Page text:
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UNITED KINGDOM, July 30, 2020 (LifeSiteNews) — Two women in England have died after taking abortion pills sent via post, according to a leaked email from a senior chief midwife at NHS England.
Kevin Duffy, a former director of abortion organization Marie Stopes International, presented the email yesterday as part of a judicial review of the government’s coronavirus regulations which authorize women in England to kill their preborn children at home by using both pills for a chemical early abortion.
In addition to the maternal deaths, the email says that multiple women have been hospitalized with serious health complications after taking the pills and that police are investigating three incidents related to abortion pills sent via the post, including a baby suspected of being murdered after being born alive.
“[W]e are aware there have been two maternal deaths linked to this issue,” the email reads.
“One case where a woman was found at home the morning after starting the process and the second where a woman presented with sepsis and died very quickly in the A&E dept. Neither of these women were known to our maternity or gynae service as far as we are aware.”
The email goes on to say that other incidents include “women attending ED with significant pain and bleeding related to the process through to ruptured ectopics, major resuscitation for major haemorrhage and the delivery of infants who are up to 30 weeks gestation.”
“There was also a near miss where a woman had received the pills by post and then wished for a scan so attended a trust and was found to be 32 weeks,” the email continues.
Under the new regulations the time limit for taking the abortion pills is 10 weeks. Under the 1967 Abortion Act, abortions are permitted in England under exceptions to earlier laws that make it a criminal offense. The Abortion Act allows abortions up to 24 weeks, providing it is carried out by a registered doctor, that two doctors agree that the mother’s physical or mental health is at risk, or that the child will be seriously disabled. Abortions may also be done up to birth if the child is disabled or in certain other circumstances.
“There are 3 police investigations…linked to these incidents and one of those is currently a murder investigation as there is a concern that the baby was live born,” the email continues.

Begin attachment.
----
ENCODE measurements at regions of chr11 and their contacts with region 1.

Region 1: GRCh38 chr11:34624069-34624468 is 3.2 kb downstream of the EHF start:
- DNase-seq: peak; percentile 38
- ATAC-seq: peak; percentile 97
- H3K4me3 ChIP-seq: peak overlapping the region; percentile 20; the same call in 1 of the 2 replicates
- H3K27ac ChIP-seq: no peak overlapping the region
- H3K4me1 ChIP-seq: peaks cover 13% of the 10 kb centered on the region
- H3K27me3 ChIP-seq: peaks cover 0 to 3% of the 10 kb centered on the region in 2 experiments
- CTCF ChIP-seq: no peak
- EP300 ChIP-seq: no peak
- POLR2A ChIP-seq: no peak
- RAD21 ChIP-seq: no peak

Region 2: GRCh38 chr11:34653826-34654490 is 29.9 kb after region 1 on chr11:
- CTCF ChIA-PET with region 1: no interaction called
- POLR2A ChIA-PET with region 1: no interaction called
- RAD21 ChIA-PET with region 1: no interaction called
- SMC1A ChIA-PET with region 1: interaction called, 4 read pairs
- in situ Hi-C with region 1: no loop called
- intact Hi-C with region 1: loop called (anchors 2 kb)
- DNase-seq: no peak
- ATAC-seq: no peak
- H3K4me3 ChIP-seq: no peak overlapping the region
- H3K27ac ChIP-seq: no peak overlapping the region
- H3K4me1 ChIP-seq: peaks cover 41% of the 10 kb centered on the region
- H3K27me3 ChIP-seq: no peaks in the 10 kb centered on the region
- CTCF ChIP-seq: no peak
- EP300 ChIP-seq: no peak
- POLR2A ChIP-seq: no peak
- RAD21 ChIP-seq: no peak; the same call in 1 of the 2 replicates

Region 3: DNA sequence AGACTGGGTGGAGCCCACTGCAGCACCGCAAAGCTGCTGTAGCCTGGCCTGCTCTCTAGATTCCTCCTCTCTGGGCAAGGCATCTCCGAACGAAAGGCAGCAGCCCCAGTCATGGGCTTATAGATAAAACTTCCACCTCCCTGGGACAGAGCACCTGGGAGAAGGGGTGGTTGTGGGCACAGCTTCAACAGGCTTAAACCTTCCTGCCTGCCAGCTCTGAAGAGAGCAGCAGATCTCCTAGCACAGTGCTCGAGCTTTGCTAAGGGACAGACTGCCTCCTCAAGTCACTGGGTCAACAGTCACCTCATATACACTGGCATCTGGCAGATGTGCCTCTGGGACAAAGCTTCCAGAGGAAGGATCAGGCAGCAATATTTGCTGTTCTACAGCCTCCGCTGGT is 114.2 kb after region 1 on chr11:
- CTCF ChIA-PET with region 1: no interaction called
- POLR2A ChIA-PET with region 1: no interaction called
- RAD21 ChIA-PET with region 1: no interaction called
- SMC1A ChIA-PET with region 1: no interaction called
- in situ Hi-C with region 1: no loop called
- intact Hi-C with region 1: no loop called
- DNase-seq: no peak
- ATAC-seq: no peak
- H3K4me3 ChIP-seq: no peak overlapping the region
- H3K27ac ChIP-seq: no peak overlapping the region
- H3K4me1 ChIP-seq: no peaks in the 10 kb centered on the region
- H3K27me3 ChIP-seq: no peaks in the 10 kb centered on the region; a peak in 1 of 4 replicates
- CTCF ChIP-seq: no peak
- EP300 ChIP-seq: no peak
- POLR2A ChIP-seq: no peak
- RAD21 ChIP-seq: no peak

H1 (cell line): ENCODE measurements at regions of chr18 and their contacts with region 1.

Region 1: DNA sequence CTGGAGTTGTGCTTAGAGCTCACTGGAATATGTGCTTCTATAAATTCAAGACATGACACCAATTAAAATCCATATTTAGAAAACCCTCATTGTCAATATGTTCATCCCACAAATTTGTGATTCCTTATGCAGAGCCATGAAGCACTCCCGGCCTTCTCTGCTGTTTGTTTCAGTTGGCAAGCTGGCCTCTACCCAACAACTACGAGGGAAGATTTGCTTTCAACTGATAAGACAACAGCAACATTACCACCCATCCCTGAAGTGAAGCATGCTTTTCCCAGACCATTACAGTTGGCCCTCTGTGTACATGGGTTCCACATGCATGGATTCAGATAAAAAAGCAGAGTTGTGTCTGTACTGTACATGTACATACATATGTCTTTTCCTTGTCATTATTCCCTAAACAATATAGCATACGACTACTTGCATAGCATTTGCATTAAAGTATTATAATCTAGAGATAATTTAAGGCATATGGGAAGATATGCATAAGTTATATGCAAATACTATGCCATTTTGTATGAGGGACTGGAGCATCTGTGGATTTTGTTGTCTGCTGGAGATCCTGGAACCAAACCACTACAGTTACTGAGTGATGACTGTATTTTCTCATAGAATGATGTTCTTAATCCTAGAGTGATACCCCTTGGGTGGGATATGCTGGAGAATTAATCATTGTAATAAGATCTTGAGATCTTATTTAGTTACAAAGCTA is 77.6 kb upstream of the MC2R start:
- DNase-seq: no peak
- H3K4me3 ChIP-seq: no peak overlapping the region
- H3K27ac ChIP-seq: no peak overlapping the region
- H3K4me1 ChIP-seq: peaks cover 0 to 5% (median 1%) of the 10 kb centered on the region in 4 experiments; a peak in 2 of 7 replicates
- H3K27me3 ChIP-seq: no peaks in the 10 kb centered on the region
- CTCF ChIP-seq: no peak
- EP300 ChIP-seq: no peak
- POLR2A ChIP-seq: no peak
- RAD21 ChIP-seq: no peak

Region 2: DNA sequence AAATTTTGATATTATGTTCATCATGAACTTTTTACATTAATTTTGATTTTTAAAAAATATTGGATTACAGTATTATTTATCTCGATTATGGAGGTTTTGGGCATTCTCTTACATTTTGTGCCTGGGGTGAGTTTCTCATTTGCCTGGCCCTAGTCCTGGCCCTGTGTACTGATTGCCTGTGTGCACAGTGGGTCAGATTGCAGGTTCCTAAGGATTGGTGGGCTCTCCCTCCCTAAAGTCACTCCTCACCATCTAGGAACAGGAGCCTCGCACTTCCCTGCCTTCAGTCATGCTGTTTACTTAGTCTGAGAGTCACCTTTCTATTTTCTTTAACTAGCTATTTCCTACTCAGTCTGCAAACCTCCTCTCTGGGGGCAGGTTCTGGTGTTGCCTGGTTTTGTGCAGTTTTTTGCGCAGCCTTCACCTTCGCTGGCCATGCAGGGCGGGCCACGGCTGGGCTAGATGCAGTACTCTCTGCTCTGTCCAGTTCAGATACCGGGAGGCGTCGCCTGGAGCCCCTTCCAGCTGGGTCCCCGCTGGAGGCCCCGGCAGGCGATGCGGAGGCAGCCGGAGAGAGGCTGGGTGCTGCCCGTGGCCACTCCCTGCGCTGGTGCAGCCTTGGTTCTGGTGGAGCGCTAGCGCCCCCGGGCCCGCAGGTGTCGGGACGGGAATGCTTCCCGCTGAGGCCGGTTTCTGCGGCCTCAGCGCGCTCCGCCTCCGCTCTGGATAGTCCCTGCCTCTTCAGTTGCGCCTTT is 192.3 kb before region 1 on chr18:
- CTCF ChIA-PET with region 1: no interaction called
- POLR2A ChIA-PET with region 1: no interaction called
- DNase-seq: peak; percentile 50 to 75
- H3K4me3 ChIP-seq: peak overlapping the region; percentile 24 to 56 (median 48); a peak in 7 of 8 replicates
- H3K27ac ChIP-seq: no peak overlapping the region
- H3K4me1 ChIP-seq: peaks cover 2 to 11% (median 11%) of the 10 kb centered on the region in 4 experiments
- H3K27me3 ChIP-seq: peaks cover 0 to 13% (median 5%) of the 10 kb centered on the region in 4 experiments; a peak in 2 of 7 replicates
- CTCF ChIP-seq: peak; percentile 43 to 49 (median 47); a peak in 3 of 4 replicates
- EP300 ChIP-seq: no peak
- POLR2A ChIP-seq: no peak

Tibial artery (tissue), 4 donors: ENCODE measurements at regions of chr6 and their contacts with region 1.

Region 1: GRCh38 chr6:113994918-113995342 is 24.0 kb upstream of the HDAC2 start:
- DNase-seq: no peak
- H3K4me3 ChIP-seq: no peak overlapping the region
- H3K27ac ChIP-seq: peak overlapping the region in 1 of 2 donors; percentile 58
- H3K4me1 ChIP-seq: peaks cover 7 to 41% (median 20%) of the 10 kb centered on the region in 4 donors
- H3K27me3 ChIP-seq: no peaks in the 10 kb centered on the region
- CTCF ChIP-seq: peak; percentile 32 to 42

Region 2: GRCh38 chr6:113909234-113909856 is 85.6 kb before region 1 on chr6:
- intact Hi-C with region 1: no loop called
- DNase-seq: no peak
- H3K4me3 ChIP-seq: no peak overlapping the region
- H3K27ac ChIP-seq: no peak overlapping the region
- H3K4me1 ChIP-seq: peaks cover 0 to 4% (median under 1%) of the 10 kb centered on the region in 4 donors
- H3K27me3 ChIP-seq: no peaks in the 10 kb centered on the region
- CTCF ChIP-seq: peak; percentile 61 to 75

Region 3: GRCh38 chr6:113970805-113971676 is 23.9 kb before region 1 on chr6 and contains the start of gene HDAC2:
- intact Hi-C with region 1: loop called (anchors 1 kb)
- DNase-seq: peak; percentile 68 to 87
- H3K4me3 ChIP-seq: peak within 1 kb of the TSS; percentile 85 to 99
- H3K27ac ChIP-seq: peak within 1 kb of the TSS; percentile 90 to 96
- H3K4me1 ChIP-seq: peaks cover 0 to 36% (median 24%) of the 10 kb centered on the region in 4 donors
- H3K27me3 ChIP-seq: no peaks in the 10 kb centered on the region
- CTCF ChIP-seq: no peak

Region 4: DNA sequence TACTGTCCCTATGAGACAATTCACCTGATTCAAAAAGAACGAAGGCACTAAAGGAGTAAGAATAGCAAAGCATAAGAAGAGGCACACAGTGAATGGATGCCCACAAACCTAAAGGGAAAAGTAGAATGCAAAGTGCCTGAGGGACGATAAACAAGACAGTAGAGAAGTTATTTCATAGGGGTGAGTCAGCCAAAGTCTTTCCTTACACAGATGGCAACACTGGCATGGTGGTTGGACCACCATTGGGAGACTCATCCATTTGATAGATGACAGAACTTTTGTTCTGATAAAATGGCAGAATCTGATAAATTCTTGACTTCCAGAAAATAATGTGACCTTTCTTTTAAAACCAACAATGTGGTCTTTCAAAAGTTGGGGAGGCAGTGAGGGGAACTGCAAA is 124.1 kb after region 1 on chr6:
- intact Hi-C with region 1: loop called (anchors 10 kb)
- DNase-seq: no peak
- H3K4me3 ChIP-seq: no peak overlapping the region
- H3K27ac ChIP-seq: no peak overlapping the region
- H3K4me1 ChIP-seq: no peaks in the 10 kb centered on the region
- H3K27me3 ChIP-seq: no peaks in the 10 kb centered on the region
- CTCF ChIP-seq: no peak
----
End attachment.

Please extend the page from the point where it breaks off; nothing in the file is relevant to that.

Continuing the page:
The email is detailing concerns raised by the Care Quality Commission (CQC), with regional Chief Medical Officers and the serious incidents reported coming from just two NHS regions. The CQC is a public body which regulates all health and social care services in England.
The email says the CQC had shared their view that compared with the number of women using the pills by post “circa 16,000 since March,” that the 13 incidents “is very small in number,” though they recognized that the “poor outcomes for women is tragic.”
The author of the email, whose name has not been disclosed, says there is concern that the incidents would make it more difficult for women to obtain abortion pills.
“Given the perceived small number of incidents there is concern that there is a risk of changing the process and that having a greater impact on women and girls[’] choices,” the email says.
The email was presented as part of Christian Concern’s legal challenge of the new government regulations which authorize women in England to kill their preborn children at home by taking both abortion pills there.
When the regulations were announced in March, a government spokesperson from the Department of Health and Social Care said that the change was being made on a temporary basis only and is time-limited for two years, or until the coronavirus crisis is over. It was the third time the abortion law had changed in the space of a week; the government had first announced the change and then reversed the decision within 24 hours.
At the beginning of July, an attempt by the U.K. abortion lobby to pass legislation to permanently allow women to commit abortions at home by means of abortion pills was delayed after the government promised to hold a public consultation on the question. When announcing the government's plan to hold a public consultation, Minister for Women Victoria Atkins MP said that the current measures would be kept in place until the consultation has concluded and a decision has been made.
While Duffy, the former Global Director of Clinics Development at Marie Stopes International is not opposed to abortion, he recently led an undercover investigation which showed U.K. abortionists sending out abortion pills via mail without completing basic checks about the people ordering them.
The presiding judge at yesterday’s judicial review, Lady Justice King, refused to consider the leaked email as evidence and said that she would give reason for the refusal later.
Andrea Williams, chief executive of Christian Concern, said in a press release that the leaked email is “a sickening admission that those running abortion services in England have elevated ideology over women’s safety.”
“The email appears to suggest that pregnant women who have used the telemedicine service during UK lockdown have died or experienced serious life-changing complications,” Williams said.
“This further confirms the inherent danger of DIY abortions and shows how ideologues who show little concern for women – and no concern for babies – have captured NHS England as well as the providers and professional bodies.”